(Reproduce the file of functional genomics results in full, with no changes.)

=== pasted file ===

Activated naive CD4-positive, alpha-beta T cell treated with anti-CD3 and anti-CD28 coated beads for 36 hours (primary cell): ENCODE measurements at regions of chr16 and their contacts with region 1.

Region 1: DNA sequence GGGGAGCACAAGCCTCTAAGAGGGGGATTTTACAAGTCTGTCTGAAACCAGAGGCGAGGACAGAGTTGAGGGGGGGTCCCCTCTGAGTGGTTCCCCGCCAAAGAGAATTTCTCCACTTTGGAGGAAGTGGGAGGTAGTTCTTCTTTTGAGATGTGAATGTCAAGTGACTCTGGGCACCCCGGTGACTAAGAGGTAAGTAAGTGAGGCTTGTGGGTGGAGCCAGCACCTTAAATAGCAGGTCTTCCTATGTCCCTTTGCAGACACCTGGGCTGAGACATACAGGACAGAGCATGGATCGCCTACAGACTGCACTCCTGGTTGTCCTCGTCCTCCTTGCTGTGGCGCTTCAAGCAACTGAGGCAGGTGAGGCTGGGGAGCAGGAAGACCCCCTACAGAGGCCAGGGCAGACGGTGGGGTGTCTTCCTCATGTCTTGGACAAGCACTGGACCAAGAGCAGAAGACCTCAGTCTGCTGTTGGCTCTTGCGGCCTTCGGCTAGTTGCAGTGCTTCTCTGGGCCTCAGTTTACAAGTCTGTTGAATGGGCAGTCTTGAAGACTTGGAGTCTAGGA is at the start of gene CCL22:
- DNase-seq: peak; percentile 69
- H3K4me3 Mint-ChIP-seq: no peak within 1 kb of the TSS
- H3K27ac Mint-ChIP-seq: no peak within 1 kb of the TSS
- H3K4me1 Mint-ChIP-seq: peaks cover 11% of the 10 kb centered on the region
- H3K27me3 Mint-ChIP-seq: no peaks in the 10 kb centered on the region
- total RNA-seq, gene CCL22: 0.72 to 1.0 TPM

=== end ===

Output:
Activated naive CD4-positive, alpha-beta T cell treated with anti-CD3 and anti-CD28 coated beads for 36 hours (primary cell): ENCODE measurements at regions of chr16 and their contacts with region 1.

Region 1: DNA sequence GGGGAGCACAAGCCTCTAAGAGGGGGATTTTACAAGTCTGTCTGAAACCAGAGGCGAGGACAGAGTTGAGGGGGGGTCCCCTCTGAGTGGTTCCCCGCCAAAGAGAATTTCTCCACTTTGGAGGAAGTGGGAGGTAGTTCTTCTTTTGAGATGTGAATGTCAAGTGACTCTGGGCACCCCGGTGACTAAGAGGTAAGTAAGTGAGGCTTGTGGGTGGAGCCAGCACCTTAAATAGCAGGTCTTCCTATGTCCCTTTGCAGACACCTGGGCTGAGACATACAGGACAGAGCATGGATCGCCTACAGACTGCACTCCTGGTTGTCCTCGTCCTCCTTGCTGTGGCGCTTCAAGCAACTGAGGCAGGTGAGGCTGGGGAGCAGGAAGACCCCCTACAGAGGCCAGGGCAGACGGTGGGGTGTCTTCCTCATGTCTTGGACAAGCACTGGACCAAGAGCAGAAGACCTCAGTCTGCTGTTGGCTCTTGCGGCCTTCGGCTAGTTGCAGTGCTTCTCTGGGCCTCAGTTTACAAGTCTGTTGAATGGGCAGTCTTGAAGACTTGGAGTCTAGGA is at the start of gene CCL22:
- DNase-seq: peak; percentile 69
- H3K4me3 Mint-ChIP-seq: no peak within 1 kb of the TSS
- H3K27ac Mint-ChIP-seq: no peak within 1 kb of the TSS
- H3K4me1 Mint-ChIP-seq: peaks cover 11% of the 10 kb centered on the region
- H3K27me3 Mint-ChIP-seq: no peaks in the 10 kb centered on the region
- total RNA-seq, gene CCL22: 0.72 to 1.0 TPM